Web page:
Use this statement to review profile details that can indicate resource usage for statements that are run during the current session. For more information, see SHOW PROFILE Statement in the MySQL documentation.

  • Run the ANALYZE TABLE statement.

    Use this statement to refresh the index statistics for the tables accessed by the high-CPU consuming query. By analyzing the statement, you can help the optimizer choose an appropriate execution plan. For more information, see ANALYZE TABLE Statement in the MySQL documentation.

Follow the guidelines for improving CPU usage

To improve CPU usage in a database instance, follow these guidelines:

  • Ensure that all queries are using proper indexes.

  • Find out whether you can use Aurora parallel queries. You can use this technique to reduce CPU usage on the head node by pushing down function processing, row filtering, and column projection for the WHERE clause.

  • Find out whether the number of SQL executions per second meets the expected thresholds.

  • Find out whether index maintenance or new index creation takes up CPU cycles needed by your production workload. Schedule maintenance activities outside of peak activity times.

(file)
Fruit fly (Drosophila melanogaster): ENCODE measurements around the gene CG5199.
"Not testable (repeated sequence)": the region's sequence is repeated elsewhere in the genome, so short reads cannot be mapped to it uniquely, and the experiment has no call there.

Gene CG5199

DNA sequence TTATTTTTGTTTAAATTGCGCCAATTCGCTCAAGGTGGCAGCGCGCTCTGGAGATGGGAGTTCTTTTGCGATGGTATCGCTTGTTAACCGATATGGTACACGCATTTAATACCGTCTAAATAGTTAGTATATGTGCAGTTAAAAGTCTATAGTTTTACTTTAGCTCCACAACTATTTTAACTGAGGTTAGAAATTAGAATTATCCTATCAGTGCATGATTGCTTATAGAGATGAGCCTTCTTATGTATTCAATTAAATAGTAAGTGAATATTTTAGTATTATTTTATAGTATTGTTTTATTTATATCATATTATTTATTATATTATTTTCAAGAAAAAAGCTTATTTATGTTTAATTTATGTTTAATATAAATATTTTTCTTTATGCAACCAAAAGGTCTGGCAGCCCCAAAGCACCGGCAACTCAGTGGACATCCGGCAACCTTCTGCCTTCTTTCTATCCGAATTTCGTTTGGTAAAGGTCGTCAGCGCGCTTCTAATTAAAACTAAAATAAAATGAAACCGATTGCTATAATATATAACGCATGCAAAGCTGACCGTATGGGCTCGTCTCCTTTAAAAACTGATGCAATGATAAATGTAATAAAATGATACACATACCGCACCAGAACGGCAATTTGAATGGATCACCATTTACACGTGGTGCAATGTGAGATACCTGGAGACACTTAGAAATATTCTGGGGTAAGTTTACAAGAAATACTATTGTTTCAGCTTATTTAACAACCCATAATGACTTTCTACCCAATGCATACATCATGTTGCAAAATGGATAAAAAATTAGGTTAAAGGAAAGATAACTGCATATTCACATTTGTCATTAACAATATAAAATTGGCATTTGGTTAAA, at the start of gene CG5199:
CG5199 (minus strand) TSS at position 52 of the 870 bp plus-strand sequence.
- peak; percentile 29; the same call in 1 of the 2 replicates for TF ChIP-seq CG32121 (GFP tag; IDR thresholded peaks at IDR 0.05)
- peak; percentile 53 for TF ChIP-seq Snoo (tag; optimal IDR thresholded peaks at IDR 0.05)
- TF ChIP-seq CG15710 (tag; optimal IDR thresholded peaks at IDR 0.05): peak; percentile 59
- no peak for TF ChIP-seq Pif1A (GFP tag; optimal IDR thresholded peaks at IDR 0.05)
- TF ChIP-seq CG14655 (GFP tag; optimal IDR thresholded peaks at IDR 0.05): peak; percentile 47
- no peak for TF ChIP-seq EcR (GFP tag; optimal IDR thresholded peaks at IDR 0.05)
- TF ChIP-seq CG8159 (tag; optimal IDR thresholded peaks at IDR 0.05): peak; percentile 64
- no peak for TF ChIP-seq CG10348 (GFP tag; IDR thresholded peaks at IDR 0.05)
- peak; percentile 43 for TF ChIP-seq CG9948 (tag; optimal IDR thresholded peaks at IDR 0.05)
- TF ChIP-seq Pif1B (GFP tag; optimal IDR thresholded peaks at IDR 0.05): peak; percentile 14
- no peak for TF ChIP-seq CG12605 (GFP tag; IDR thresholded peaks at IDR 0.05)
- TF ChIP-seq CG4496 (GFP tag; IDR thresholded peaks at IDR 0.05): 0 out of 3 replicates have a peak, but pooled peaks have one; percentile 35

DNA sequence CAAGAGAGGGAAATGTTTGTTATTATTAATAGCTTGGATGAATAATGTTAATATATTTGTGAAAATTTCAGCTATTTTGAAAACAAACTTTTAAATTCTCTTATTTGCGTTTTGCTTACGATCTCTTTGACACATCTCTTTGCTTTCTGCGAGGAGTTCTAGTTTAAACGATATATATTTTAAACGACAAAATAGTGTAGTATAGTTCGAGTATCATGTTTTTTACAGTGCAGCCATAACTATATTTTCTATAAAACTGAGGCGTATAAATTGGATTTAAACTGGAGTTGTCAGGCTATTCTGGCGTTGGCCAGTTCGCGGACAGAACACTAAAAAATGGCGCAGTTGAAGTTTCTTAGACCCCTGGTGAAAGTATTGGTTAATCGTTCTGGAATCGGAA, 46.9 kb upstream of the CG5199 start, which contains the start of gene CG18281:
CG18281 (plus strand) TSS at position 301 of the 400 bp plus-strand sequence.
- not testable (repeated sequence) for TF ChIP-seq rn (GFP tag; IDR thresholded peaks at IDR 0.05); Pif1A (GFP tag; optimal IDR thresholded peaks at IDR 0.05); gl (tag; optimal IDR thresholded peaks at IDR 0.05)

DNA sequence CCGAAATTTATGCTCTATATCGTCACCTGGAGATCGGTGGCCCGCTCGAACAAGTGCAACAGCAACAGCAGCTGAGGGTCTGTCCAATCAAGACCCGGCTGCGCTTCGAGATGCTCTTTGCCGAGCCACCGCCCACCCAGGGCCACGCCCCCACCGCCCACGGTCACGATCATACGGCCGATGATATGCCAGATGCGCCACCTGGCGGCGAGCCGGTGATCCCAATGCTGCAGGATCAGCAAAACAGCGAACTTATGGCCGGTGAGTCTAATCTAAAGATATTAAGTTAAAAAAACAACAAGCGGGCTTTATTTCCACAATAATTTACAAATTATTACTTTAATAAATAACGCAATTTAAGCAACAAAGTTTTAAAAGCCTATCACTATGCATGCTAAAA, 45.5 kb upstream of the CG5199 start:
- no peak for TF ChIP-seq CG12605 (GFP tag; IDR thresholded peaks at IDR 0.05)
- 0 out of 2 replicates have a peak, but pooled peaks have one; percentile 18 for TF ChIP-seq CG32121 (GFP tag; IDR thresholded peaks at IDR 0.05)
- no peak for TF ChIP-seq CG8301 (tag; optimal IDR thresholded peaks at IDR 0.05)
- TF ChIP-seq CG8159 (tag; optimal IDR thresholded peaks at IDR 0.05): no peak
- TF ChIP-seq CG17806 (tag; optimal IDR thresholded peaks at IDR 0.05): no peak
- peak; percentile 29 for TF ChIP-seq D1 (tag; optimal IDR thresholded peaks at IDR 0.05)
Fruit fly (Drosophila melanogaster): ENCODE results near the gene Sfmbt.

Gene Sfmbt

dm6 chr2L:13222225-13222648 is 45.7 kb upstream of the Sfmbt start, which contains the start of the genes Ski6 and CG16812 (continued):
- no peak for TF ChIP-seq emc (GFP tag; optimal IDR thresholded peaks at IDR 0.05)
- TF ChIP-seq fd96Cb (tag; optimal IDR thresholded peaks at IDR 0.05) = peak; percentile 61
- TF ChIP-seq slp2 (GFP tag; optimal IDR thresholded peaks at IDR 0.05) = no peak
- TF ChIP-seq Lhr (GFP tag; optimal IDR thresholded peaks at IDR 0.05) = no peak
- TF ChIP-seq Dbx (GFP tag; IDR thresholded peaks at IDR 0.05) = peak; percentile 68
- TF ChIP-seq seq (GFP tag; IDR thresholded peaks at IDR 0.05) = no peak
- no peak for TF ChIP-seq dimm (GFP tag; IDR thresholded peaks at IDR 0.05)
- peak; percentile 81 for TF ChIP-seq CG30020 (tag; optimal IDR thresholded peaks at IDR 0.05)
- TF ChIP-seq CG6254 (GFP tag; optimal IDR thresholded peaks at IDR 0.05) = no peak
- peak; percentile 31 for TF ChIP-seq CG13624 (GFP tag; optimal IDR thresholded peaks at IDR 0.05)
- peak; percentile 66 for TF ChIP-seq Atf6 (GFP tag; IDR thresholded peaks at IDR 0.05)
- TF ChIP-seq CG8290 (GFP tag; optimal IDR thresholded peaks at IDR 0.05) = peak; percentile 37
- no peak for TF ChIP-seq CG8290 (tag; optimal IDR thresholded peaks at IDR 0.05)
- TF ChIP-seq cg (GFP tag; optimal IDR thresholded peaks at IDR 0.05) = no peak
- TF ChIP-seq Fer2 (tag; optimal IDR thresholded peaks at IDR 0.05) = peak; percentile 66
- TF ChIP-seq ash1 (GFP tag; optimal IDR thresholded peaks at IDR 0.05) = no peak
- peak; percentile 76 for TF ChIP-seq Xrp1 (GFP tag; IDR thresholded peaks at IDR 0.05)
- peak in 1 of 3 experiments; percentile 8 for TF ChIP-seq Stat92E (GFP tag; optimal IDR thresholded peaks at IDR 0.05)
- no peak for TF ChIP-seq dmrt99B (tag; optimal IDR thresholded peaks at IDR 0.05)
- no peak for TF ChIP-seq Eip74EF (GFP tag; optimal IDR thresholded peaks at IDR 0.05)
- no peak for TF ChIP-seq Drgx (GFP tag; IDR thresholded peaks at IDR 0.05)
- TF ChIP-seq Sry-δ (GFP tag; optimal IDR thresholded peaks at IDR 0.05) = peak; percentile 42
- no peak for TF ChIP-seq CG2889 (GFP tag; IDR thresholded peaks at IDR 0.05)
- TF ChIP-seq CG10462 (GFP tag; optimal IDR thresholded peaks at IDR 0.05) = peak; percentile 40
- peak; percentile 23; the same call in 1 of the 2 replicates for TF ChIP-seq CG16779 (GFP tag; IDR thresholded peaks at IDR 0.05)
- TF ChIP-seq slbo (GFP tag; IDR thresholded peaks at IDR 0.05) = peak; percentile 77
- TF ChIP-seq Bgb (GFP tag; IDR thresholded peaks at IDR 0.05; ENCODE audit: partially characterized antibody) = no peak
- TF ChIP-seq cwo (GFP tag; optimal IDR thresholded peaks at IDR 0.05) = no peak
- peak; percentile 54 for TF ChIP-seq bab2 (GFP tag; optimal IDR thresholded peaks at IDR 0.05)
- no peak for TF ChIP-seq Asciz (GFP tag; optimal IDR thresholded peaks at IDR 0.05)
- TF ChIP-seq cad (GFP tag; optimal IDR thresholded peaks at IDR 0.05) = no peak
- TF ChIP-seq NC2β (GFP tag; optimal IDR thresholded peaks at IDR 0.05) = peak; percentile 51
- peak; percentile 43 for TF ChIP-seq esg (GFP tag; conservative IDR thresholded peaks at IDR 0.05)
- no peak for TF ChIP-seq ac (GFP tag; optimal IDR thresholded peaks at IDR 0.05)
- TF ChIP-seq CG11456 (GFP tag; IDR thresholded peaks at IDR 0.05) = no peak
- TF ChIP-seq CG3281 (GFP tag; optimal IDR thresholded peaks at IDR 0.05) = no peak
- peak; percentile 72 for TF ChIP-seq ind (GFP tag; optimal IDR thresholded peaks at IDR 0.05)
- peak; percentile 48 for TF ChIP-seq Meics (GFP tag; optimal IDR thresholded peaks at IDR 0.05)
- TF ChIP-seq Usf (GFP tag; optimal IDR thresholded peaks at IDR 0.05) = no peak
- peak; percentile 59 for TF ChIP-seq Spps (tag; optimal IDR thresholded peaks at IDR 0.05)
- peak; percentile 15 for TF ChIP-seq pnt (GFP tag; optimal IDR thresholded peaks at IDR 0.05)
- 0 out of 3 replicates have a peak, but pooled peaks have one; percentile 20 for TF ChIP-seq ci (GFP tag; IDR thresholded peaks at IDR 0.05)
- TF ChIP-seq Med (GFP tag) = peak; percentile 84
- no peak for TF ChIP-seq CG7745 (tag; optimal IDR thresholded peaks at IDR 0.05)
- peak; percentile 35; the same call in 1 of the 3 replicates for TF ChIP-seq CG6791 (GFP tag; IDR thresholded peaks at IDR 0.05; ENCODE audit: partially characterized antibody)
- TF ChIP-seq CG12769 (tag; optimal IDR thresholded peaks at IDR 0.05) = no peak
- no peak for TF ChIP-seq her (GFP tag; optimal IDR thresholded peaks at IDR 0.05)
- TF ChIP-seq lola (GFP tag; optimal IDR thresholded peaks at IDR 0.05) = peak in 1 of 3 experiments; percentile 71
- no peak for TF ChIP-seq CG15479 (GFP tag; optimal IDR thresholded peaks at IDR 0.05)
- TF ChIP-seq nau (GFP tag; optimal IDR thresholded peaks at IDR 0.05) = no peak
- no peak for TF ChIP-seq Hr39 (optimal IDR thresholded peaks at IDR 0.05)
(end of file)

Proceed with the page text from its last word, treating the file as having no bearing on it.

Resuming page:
• Find out whether you can use partitioning to help reduce the query data set. For more information, see the blog post How to plan and optimize Amazon Aurora with MySQL compatibility for consolidated workloads.

Check for connection storms

If the DBLoadCPU metric is not very high, but the CPUUtilization metric is high, the cause of the high CPU utilization lies outside of the database engine. A classic example is a connection storm.

Check whether the following conditions are true:

  • There is an increase in both the Performance Insights CPUUtilization metric and the Amazon CloudWatch DatabaseConnections metric.

  • The number of threads in the CPU is greater than the number of vCPUs.

If the preceding conditions are true, consider decreasing the number of database connections. For example, you can use a connection pool such as RDS Proxy. To learn the best practices for effective connection management and scaling, see the whitepaper Amazon Aurora MySQL DBA Handbook for Connection Management.